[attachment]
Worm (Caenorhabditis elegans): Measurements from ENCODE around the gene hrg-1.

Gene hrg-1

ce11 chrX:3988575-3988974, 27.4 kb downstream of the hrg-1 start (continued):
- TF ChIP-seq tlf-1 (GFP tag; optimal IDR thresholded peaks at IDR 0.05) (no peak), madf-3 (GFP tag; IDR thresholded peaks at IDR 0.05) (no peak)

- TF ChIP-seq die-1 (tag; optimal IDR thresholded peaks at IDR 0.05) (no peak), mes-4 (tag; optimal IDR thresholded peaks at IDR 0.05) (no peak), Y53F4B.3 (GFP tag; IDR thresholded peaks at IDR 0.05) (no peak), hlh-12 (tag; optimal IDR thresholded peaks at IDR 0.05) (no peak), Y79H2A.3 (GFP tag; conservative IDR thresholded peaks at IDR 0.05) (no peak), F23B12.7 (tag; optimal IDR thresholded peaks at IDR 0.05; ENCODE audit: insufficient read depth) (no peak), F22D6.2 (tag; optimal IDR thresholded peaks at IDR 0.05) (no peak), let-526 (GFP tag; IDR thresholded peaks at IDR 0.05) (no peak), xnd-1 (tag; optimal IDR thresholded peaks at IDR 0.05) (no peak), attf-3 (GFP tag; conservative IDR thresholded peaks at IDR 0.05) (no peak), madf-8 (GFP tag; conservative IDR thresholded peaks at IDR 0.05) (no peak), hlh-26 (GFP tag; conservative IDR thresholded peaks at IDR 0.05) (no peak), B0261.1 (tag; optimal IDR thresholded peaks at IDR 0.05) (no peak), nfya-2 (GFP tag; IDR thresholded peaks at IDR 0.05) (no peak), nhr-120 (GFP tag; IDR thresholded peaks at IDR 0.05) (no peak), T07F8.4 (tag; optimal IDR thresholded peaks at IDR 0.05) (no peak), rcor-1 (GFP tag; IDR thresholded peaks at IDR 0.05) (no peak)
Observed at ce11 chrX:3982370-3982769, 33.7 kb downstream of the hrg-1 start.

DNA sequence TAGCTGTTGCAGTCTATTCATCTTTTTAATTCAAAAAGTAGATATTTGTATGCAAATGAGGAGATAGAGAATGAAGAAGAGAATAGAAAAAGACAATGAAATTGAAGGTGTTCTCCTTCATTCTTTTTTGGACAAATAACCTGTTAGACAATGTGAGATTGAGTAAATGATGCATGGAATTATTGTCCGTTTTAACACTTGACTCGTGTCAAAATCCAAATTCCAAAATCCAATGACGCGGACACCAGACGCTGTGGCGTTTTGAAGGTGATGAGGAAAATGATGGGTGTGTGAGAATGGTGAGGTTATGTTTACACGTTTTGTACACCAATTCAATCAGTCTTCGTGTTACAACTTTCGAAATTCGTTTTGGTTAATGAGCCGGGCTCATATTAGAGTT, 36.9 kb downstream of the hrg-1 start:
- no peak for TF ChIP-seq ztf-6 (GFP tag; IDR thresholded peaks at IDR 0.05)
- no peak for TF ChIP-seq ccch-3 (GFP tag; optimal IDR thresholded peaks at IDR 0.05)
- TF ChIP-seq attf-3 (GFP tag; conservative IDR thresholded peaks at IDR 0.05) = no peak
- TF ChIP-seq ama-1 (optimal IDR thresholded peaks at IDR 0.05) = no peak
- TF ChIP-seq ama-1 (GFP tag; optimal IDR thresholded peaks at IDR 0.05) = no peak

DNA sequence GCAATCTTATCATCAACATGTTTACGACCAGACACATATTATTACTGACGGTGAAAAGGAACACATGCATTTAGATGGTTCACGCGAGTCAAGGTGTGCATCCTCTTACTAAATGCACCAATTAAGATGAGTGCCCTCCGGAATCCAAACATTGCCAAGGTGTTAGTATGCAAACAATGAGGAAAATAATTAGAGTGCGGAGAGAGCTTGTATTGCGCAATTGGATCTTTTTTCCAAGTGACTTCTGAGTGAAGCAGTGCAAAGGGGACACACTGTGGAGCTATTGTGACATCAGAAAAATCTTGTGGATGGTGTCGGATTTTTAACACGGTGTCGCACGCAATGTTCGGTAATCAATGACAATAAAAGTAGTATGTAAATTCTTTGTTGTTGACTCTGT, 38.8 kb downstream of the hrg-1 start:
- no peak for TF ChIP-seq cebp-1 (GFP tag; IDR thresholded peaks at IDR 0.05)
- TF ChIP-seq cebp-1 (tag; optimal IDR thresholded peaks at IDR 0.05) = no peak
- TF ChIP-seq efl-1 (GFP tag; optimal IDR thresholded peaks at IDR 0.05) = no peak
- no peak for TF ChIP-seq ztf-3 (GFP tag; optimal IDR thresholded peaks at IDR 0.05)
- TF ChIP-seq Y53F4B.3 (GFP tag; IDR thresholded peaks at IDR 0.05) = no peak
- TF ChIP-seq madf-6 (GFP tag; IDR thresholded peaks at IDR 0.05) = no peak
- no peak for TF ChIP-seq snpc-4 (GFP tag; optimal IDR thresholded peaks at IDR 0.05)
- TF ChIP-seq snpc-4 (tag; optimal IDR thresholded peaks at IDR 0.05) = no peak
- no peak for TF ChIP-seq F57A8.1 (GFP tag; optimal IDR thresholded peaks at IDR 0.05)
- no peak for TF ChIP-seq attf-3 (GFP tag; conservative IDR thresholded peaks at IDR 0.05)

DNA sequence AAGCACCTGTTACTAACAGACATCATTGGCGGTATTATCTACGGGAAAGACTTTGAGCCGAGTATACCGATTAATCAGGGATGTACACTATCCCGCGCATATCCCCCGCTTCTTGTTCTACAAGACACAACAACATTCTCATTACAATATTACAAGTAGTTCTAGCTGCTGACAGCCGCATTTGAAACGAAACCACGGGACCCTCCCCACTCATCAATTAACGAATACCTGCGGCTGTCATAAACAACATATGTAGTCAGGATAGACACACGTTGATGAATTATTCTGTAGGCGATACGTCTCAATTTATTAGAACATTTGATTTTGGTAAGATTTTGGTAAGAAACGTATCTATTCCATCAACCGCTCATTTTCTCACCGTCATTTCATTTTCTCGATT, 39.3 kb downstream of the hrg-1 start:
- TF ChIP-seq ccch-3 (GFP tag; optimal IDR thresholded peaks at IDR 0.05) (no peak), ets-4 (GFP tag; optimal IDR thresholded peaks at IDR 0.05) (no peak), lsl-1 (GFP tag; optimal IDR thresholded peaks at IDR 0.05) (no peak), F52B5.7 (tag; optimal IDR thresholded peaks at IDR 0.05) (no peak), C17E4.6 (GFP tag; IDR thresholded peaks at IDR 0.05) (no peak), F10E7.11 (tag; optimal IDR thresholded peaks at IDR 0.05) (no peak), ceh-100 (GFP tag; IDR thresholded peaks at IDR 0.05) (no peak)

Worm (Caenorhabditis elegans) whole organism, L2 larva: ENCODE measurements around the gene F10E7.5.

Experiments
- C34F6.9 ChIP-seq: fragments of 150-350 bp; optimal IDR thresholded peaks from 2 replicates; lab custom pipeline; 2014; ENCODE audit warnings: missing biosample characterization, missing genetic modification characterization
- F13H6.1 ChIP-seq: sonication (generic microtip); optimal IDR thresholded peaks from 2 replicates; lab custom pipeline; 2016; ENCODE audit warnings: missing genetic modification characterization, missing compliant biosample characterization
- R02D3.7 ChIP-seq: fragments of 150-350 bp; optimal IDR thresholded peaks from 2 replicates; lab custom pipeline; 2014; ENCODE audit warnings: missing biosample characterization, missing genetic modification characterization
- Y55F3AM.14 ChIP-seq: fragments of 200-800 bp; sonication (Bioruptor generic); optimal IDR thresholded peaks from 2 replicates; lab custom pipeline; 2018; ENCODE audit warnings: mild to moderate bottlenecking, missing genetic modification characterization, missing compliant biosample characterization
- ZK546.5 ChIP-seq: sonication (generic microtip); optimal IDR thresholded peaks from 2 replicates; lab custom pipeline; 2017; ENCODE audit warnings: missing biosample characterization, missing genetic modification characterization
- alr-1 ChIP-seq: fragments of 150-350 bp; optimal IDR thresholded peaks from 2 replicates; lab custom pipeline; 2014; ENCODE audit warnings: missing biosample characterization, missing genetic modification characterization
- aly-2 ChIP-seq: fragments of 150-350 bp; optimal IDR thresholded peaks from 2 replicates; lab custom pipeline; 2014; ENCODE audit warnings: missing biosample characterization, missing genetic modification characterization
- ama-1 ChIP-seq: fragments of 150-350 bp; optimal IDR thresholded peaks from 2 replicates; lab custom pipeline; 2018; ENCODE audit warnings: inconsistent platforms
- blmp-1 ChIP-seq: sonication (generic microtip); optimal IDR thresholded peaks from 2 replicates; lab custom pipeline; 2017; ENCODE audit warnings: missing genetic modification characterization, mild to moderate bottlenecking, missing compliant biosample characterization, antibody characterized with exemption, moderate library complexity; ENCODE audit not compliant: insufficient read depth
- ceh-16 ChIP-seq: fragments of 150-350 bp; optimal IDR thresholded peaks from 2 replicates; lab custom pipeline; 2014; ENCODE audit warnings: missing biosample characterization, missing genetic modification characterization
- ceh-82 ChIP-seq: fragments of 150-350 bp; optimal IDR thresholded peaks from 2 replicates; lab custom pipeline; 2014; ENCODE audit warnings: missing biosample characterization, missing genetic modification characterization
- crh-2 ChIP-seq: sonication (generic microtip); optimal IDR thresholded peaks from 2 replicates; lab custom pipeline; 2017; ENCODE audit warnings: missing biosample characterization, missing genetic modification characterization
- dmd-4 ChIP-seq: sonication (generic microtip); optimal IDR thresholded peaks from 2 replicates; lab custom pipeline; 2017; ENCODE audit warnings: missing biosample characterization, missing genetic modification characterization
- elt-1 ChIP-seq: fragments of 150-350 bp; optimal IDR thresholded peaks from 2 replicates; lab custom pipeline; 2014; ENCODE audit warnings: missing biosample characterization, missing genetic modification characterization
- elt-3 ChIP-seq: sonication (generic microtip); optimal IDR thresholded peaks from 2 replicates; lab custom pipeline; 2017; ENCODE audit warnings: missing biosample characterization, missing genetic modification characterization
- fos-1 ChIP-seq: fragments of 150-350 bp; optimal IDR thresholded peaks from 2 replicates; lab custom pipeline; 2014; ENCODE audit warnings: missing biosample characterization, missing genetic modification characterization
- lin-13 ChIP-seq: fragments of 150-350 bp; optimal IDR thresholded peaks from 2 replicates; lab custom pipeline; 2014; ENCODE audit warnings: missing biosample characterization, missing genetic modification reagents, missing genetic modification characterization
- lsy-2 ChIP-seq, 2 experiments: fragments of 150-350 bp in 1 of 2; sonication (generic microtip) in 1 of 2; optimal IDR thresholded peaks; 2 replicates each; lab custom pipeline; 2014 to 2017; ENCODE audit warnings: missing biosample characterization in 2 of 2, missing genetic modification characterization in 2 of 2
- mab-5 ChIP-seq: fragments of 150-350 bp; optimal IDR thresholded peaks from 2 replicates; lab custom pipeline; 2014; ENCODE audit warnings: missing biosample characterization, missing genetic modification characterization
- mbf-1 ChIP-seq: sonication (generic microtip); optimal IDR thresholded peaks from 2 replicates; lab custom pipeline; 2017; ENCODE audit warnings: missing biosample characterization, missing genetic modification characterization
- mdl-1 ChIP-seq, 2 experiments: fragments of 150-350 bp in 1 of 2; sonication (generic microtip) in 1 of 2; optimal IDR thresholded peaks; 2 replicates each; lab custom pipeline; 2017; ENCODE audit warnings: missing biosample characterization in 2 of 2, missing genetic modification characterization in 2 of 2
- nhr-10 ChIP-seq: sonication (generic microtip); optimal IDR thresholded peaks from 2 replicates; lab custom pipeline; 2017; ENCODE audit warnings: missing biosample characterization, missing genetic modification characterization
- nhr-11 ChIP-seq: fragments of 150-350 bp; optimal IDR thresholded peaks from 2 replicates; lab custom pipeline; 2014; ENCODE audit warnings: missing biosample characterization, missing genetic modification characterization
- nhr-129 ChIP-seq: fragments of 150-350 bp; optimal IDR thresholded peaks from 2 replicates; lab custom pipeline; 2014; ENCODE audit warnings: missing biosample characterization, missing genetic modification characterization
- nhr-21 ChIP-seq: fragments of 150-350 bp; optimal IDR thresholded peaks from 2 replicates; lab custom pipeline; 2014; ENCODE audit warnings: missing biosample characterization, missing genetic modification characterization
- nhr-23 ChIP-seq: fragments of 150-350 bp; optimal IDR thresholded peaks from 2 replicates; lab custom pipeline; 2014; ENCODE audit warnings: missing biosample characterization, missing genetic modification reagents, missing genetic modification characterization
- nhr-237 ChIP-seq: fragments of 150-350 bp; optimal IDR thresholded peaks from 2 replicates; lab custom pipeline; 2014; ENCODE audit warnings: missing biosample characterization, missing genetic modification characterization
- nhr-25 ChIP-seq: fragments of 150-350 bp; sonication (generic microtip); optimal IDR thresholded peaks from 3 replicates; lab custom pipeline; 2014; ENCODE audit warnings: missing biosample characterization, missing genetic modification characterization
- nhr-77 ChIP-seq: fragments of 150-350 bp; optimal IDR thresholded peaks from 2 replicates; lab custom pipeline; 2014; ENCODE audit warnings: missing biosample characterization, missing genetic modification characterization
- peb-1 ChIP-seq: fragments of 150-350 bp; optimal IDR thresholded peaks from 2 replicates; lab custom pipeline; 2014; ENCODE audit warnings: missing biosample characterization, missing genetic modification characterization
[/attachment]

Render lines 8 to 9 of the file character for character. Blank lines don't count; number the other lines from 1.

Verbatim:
- no peak for TF ChIP-seq ztf-6 (GFP tag; IDR thresholded peaks at IDR 0.05)
- no peak for TF ChIP-seq ccch-3 (GFP tag; optimal IDR thresholded peaks at IDR 0.05)